|Here's me — a tiny, insignificant being — standing |
inside a living thing that was itself once tiny and insignificant.
This weekend was no exception. During my first hike of the season — an amazing eight-mile trek through deep forest alongside a rushing mountain stream, decorated with crashing waterfalls and moss-covered boulders — I came across the massive, ancient tree pictured at right. The tree was obviously still alive, but it was so enormous and so old that the inside of its trunk had hollowed out over the years. High up in the air were live branches, sustained by the thickness of the tree's walls, which still provided a pathway to the roots.
Inside the hollow trunk was an almost cavernous shelter. Someone could have easily camped out in there. I probably would have wanted to if my hiking buddies had been staying overnight.
Two thoughts came to mind during my encounter with this tree:
- How tiny, insignificant, and fleeting must I be if I can stand inside a tree that not only dwarfs me, but was around long before I existed, and most likely will still be there long after I'm gone?
- How does something so enormous, majestic, and ancient result from a tiny, fragile seed that could have been washed away, burned, or otherwise vanquished by forces of nature hundreds of years ago?
I sometimes privately bemoan how mundane my life feels — how today often seems like a replica of yesterday, and how significant, memorable events and progress often appear to be overshadowed by banality.
|Another mammoth tree on the other side of|
the trail — no hollowed-out trunk, but
Why daily life can feel so fleeting, so insignificant — just like the way I felt under that tree.
Which brings me back to the discussion of the seed. The tree in question certainly didn't become a pillar of the forest overnight. Its height, strength, beauty, imposing stature, and majesty were not achieved in days. Or months. Or years. Or decades. Centuries ago, it started off the way any other tree does — as a seed that sprouted into a life form that was long vulnerable to the elements and easily could have been wiped out. There was no physical evidence of the giant it was to become. On the surface, it was tiny. Insignificant. Fleeting.
In nature, beauty and fulfillment don't take shape quickly. Neither do they in our lives. In either case, both develop over a long, arduous process whose outcome is never precisely known, and whose journey is often marked by intense difficulty and pain. The old tree in the forest has its share of scars — a hollowed-out interior; some warped, cracked bark; some insect damage. But no one who appreciates nature can deny that it is now a thing of profound beauty, scars and all, created and shaped by forces bigger than us. So it is with our lives.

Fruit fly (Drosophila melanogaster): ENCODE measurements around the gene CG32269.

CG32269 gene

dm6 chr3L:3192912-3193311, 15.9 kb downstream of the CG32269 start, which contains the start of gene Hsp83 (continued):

The Bible makes a lot of references to sowing seeds, but the Scripture that came to mind for me almost immediately as I considered this post was Jesus' Parable of the Sower, which is one of several parables he tells involving seeds in the Gospel:
A farmer went out to sow his seed. As he was scattering the seed, some fell along the path, and the birds came and ate it up. Some fell on rocky places, where it did not have much soil. It sprang up quickly, because the soil was shallow. But when the sun came up, the plants were scorched, and they withered because they had no root. Other seed fell among thorns, which grew up and choked the plants, so that they did not bear grain. Still other seed fell on good soil. It came up, grew and produced a crop, multiplying thirty, sixty, or even a hundred times.Like the fragile seed of a tree vulnerable to the unforgiving forces of nature, so, too, are our physical, emotional, and spiritual lives if we seek strength and fulfillment from the wrong places. And like that same seed, we don't know exactly who or what we'll grow to become, or how long it will take to get there, or what challenges we'll face along the way. But like the seed, we know that immeasurable beauty is in store for us, if we find physical, emotional, intellectual, and spiritual nurture from the right sources. This parable makes that clear:
This is what the kingdom of God is like. A man scatters seed on the ground. Night and day, whether he sleeps or gets up, the seed sprouts and grows, though he does not know how. All by itself the soil produces grain — first the stalk, then the head, then the full kernel in the head. As soon as the grain is ripe, he puts the sickle to it, because the harvest has come.I can dwell on life's tedium, or its disappointments, unexpected outcomes, failures, or apparent stagnancy. But none of that really matters. It would be foolish to judge the tree I photographed on Saturday's hike based upon how long it took to achieve its present grandeur — or the seasons it endured along the way. Current circumstances don't matter in the long run. Where you find your strength, hope, and fulfillment does.
For me, that's a deeply liberating thought.